China, USA and India worst IoT malware offenders

  • December 21, 2022
  • Steve Rogerson

China, the USA and India were the top countries originating IoT malware this year, according to a report from Microsoft.

The third edition of Microsoft’s Cyber Signals, a regular cyber-threat intelligence brief, highlights insights on the wider risks that converging IT, IoT and operational technology (OT) systems pose to critical infrastructure, and how enterprises can defend against these attacks.

It spotlights security trends and insights gathered from Microsoft’s 43 trillion daily security signals and 8500 security experts.

Around 38% of IoT malware infections come from China, with 19% from the USA and 10% from India. South Korea follows at 7%, with Taiwan and Russia both on 5%.

As IT and OT converge to support expanding business needs, assessing risk and establishing a more secure relationship between IT and OT require consideration of several control measures, says the report. Air-gapped devices and perimeter security are no longer sufficient to address and defend against modern threats such as sophisticated malware, targeted attacks and malicious insiders.

“The growth of IoT malware threats, for example, reflects this landscape’s expansion and potential to overtake vulnerable systems,” says the report.

With increasing connectivity across converging IT, OT and IoT, organisations and individuals need to rethink cyber risk impact and consequences. Similar to how the loss of a laptop or modern vehicle containing a homeowner’s cached wifi credentials could grant a property thief unauthorised network access, compromising a manufacturing facility’s remotely connected equipment or a smart building’s security cameras introduces new vectors for threats such as malware or industrial espionage.

“As OT systems underpinning energy, transportation and other infrastructures become increasingly connected to IT systems, the risk of disruption and damage grows as boundaries blur between these formerly separated worlds,” said Vasu Jakkal, corporate vice president at Microsoft. “For businesses and infrastructure operators across industries, the defensive imperatives are gaining total visibility over connected systems and weighing evolving risks and dependencies.”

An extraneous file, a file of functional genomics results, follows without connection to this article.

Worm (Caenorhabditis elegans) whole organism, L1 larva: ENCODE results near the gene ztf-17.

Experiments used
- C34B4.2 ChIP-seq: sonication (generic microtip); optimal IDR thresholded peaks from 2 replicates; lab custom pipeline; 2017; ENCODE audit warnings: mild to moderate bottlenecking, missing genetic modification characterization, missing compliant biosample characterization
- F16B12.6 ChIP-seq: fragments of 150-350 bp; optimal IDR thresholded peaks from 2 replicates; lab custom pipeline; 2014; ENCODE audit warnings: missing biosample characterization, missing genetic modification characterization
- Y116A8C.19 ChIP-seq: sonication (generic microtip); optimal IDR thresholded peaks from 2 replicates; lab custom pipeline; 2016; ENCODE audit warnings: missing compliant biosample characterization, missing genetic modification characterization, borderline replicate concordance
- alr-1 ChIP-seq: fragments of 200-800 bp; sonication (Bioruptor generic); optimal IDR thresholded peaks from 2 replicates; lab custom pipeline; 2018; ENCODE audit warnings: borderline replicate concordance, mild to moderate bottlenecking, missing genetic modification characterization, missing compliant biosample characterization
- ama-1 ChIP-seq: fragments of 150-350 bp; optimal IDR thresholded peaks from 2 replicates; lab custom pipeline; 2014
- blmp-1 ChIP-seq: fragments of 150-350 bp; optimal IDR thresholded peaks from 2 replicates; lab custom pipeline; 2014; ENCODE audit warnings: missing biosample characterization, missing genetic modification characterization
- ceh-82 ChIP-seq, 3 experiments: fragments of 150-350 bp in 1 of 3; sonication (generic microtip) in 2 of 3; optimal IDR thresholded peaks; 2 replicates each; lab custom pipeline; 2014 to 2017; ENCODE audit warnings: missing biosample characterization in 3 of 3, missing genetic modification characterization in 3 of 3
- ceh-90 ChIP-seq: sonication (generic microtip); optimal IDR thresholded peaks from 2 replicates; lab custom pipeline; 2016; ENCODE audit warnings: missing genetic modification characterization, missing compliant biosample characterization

Microsoft identified unpatched, high-severity vulnerabilities in 75% of the most common industrial controllers in customer OT networks. This illustrates how challenging it is for even well‑resourced organisations to patch control systems in demanding environments sensitive to downtime.

There has been a 78% increase in disclosures of high-severity vulnerabilities from 2020 to 2022 in industrial control equipment produced by popular vendors.

Over one million connected devices are publicly visible on the internet running Boa, an outdated and unsupported software still widely used in IoT devices and software development kits.

For businesses and individuals, securing IoT with a zero-trust security model starts with non-IoT specific requirements. This can be achieved by specifically ensuring they have implemented the basics to securing identities and their devices and limiting their access. These requirements include explicitly verifying users, having visibility into the devices on the network, and real-time risk detections.

In 2022 Microsoft helped a major global food and beverage company, using very old operating systems to manage factory operations, with a malware incident. While performing routine maintenance on equipment that would later connect to the internet, malware spread to factory systems via a compromised contractor laptop.

Unfortunately, says the report, this is becoming a fairly common scenario. While an ICS environment can be air-gapped and isolated from the internet, the moment a compromised laptop is connected to a formerly secure OT device or network it becomes vulnerable.

Across the customer networks Microsoft monitors, 29 per cent of Windows operating systems have versions that are no longer supported. The company said it had seen seen versions such as Windows XP and Windows 2000 operating in vulnerable environments.

It said a defence based on zero trust, effective policy enforcement and continuous monitoring could help limit the potential blast radius and prevent or contain incidents such as this in cloud connected environments.